A new lunch menu, including more fresh produce, has resulted in a "dramatic" improvement in behaviour at a group of primaries in Liverpool.
Belle Vale's Our Lady of the Assumption recorded around 200 incidents of fighting and general misbehaviour in 2006. This dropped to half that figure in a year and now stands at just 35.
School leaders put the figures down to their decision to abandon council-supplied dinners and source their own food instead.
Food for Thought Merseyside is a consortium of 16 primaries, special needs schools and pupil referral units operating in south and central Liverpool. Six heads are directors at the not-for-profit company, which decided to cut out the middle man by buying its own produce for school dinners.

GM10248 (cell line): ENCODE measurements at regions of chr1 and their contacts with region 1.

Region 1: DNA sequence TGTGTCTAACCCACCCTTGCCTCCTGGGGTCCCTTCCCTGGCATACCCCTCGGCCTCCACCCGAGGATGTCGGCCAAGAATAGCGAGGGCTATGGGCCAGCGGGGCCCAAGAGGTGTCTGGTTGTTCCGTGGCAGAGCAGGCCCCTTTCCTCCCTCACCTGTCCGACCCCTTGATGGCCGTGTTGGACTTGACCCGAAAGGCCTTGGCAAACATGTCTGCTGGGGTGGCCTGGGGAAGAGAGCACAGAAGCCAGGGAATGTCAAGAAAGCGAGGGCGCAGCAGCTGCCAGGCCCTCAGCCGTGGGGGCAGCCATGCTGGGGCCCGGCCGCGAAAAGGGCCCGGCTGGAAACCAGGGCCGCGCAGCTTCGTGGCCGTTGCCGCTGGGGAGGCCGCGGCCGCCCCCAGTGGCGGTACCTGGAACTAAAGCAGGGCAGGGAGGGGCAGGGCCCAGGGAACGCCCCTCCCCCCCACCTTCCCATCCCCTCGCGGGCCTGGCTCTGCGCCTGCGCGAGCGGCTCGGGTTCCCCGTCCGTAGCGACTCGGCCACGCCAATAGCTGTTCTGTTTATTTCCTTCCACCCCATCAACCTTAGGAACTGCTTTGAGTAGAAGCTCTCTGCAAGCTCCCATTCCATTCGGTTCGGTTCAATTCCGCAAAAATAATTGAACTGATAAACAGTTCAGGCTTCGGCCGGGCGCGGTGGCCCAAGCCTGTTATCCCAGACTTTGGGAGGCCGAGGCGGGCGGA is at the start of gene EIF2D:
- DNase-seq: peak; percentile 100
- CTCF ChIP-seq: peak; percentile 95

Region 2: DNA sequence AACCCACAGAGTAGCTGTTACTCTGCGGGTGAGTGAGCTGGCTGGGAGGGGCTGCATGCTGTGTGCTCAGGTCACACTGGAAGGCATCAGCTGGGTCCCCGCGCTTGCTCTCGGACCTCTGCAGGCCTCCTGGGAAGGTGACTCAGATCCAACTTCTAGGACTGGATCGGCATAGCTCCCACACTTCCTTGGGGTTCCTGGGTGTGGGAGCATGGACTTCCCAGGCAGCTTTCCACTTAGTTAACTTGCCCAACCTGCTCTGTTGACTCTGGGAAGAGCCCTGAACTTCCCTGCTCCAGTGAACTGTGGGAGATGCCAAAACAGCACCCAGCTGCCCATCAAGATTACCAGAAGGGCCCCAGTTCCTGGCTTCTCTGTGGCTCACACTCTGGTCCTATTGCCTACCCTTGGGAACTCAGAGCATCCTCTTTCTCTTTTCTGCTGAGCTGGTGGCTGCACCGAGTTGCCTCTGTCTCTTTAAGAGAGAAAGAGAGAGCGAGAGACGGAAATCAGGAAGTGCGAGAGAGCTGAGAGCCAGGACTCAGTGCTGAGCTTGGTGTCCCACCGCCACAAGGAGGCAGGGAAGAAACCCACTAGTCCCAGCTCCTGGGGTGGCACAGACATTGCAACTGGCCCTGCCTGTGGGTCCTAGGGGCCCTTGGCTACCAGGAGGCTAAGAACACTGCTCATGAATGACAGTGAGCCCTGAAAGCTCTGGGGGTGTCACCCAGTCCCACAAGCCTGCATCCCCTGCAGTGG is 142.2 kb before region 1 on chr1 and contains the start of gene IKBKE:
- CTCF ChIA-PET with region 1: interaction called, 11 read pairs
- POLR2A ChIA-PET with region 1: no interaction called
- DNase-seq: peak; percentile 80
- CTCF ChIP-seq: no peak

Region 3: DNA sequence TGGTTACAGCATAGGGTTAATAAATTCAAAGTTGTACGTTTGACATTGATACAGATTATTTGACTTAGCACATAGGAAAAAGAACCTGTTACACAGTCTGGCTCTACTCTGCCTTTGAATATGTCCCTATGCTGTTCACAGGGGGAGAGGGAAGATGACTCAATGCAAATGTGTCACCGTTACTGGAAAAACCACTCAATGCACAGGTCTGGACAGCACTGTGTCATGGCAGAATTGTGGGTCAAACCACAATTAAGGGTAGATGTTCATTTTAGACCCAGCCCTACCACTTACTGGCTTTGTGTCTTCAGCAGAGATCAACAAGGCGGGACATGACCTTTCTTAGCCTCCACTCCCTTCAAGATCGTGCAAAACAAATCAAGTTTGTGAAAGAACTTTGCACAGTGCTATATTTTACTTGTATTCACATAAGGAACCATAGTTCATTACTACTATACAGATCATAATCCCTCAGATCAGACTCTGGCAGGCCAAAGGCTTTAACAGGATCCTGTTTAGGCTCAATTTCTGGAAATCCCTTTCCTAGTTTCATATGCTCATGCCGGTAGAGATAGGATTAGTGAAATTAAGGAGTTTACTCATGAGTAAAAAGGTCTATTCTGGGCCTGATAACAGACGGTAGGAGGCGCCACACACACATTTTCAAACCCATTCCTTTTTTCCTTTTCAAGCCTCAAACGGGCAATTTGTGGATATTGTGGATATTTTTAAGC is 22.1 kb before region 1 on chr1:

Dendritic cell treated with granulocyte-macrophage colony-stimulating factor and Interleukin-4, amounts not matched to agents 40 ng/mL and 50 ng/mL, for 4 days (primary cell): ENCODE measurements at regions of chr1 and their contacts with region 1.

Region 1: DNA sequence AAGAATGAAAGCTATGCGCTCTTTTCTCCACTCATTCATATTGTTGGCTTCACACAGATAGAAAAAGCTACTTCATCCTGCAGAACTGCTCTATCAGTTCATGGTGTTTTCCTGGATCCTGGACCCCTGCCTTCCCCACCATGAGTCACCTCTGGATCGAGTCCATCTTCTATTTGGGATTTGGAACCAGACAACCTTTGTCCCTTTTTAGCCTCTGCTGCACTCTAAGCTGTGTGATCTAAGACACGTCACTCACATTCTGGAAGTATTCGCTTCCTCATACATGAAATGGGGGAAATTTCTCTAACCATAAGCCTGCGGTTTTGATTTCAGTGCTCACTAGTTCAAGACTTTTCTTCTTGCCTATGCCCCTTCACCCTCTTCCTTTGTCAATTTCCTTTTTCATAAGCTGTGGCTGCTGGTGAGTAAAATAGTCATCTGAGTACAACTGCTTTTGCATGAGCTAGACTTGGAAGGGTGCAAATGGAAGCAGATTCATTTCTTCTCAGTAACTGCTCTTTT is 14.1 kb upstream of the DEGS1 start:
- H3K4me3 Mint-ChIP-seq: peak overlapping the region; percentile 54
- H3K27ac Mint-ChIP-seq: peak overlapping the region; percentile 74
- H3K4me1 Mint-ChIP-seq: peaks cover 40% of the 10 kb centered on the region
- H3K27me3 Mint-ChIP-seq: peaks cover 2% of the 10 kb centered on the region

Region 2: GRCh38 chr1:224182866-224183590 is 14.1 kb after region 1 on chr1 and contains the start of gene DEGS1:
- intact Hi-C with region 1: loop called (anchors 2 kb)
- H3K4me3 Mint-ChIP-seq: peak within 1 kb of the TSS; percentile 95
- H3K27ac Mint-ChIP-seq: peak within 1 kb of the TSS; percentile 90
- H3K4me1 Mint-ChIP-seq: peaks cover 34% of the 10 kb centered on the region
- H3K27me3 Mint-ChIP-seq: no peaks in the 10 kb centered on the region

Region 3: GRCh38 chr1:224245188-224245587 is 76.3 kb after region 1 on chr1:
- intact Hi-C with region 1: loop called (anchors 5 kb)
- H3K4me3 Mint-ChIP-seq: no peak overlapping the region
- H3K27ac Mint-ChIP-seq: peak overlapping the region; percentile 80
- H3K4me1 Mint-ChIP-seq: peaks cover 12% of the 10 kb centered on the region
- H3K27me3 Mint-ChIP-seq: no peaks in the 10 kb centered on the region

The meals are 20p cheaper than the council alternative and have proved so popular that the business now sells Pounds 1 million worth a year, giving each school a Pounds 20,000 share of the profits.
Chris Kirk, head of Our Lady, said the dinners, which include locally sourced fresh meat, fruit and vegetables, have improved children's self-esteem. "As well as the fresh food, we make dinner times a social experience where pupils can eat, be noisy and relax," she said. "In school, they are more wide awake and more inclined to sit and listen. Behavioural issues have dropped dramatically." RV.